When you look at things closely, says Elizabeth Mattis Namgyel, you discover the truth of dependent arising, the middle way between existence and nonexistence.
The Madhyamika, or Middle Way teachings, lie at the heart of all the Buddha’s teachings. The Middle Way, when fully understood, refers to the unshakeable wisdom and confidence of buddha- hood. We might associate it with those moments of insight we encounter when everything extraneous to natural being falls away, revealing a fathomless, uncontrived brilliance. The Middle Way also describes the path of insight, through which we question the many unexamined assumptions that bind us to false certitudes and spiritual vagueness. The Middle Way is not a dogma to adhere to but a process of direct investigation that moves us toward sanity as we navigate life.
At the core of the Middle Way, we find pratitya- samutpada (pra-tee-tya-sam-ut-pada), a Sanskrit term often translated as “dependent arising.” The teachings on pratityasamutpada challenge us to find anything that stands on its own, independent of other elements. Can you find anything—either in the realm of consciousness or of matter—that does not come into existence, express itself, and fall away contingent upon other elements?
To illustrate pratityasamutpada, the Buddha used the example of two bundles of reeds leaning up against each other. If someone were to knock over one bundle, the other would naturally fall to the ground. Everything stands by virtue of support. In the sutras the Buddha said, “This being, that becomes; from the arising of this, that arises; this not being, that becomes not; from the ceasing of this, that ceases.”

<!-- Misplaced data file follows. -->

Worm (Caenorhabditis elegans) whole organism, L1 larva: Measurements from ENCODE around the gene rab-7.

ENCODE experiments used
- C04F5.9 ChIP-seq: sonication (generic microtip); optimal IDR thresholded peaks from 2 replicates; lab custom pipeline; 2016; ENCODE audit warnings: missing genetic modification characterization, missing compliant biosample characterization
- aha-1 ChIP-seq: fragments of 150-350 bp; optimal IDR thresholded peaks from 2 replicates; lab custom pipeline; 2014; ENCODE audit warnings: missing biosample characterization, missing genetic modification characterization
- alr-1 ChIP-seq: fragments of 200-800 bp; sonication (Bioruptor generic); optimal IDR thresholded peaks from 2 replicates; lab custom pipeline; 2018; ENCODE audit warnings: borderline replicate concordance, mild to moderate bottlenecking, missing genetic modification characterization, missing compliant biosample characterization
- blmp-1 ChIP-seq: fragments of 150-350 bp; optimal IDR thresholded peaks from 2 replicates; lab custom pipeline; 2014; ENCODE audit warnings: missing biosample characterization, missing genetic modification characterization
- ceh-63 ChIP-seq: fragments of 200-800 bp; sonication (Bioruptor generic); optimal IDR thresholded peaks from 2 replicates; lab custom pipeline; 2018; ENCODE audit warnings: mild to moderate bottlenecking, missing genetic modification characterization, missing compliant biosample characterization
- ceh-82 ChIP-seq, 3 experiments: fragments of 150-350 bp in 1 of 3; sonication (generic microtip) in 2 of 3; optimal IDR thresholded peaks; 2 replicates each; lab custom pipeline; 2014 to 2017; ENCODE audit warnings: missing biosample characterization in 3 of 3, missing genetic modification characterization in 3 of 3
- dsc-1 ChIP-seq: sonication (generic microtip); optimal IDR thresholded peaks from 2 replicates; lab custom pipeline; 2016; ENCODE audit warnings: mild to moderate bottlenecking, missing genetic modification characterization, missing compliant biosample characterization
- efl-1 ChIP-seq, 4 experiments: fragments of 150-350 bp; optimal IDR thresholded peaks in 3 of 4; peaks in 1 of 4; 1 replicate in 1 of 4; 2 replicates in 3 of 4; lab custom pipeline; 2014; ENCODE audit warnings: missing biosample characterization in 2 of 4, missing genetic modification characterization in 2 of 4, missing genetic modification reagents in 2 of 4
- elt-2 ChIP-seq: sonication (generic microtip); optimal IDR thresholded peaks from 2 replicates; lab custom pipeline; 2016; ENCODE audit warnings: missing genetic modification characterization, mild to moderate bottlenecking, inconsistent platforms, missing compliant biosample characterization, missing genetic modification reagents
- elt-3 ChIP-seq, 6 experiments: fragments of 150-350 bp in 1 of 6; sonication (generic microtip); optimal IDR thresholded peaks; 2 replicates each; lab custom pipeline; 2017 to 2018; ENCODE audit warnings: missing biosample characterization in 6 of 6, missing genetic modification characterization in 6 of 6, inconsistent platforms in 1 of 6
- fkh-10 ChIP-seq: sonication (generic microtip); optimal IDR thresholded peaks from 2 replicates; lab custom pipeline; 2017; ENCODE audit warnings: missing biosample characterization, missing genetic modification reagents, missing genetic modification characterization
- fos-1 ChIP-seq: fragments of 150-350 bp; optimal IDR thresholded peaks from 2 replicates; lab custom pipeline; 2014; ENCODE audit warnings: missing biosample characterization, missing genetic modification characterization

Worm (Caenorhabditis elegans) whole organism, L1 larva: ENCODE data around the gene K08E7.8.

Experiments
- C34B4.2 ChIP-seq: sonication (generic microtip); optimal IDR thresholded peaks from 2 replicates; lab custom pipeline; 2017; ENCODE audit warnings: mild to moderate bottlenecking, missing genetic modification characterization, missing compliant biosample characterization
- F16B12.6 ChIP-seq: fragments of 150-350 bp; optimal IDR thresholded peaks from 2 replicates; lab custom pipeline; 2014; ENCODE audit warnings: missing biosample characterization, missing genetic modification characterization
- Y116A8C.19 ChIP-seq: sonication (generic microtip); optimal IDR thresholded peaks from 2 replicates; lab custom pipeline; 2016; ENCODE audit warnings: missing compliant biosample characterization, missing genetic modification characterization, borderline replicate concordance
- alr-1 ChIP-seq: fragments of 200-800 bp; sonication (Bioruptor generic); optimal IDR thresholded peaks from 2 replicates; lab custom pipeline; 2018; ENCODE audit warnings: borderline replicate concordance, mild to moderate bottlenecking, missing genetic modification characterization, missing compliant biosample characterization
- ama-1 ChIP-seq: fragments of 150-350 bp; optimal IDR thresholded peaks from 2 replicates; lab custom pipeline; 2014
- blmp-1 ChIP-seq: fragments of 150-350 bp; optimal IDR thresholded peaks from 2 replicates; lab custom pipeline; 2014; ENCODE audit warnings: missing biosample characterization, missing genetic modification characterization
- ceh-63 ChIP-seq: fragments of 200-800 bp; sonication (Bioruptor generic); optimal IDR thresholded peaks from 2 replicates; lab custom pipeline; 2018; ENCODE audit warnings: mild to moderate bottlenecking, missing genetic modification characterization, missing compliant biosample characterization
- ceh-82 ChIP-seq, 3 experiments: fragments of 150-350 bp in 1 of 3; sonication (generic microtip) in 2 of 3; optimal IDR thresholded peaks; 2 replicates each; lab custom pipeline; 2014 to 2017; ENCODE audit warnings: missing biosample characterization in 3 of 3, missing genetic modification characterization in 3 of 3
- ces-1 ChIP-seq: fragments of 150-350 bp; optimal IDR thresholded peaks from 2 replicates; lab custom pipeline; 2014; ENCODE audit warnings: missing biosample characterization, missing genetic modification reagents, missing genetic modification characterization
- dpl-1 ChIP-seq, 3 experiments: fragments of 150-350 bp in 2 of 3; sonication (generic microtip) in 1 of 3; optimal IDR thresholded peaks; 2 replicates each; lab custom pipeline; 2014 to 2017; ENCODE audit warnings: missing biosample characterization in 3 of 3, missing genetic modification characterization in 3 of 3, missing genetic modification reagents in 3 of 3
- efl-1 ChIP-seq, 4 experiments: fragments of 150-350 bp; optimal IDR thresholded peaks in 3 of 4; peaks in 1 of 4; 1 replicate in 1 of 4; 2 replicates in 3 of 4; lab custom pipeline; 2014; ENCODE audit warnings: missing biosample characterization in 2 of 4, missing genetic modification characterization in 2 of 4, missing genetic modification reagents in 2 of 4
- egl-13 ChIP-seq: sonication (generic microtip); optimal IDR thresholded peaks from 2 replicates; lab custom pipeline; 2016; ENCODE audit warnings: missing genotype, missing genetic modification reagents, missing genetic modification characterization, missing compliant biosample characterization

The teachings of dependent arising have deep implications. Since everything arises in dependence upon other factors, we can’t identify where one thing ends and another begins. We can’t find the edges of anything, and we begin to see that the world resists definition. This doesn’t mean our perceptions or thoughts are muddled. It’s just that, as much as we attempt to reach definitive conclusions about our selves, others, and our world, life continuously bursts from the seams of our beliefs and ideas. Because all things rely upon the ever-shifting nature of other elements, they will always remain uncapturable, beyond our ability to fathom them.
We may wonder how, and even if, we can function without definitive truths. But capturing truth is not the function of discernment. Discernment describes an ability to perceive, be aware of, or take in our world. Do we ever actually “arrive” anywhere when it comes to knowing? We wake up each morning not knowing what the day will bring; our world keeps changing—and we change right along with it.
That life resists objectification is called emptiness in the Middle Way tradition. In other words, because life is open to interpretation and always a work in progress—because everything leans—we will never find anything that possesses its own independent identity. As the great Middle Way scholar Nagarjuna said, “Whatever arises interdependently, that is explained to be emptiness. That being a dependent designation is itself the Middle Way.”
The Middle Way helps us understand who we are in relationship to our world. Because everything leans, we can never be right or in total command. This protects us from fundamentalism and eternal- ism. Yet because we are a part of the great nature of interdependence, everything we do influences life—everything matters. This protects us from meaninglessness and nihilism. The Middle Way describes the open mind that is free of clinging to views—the insight that can bear the fathomless and unknowable nature of things yet responds clearly and compassionately to life.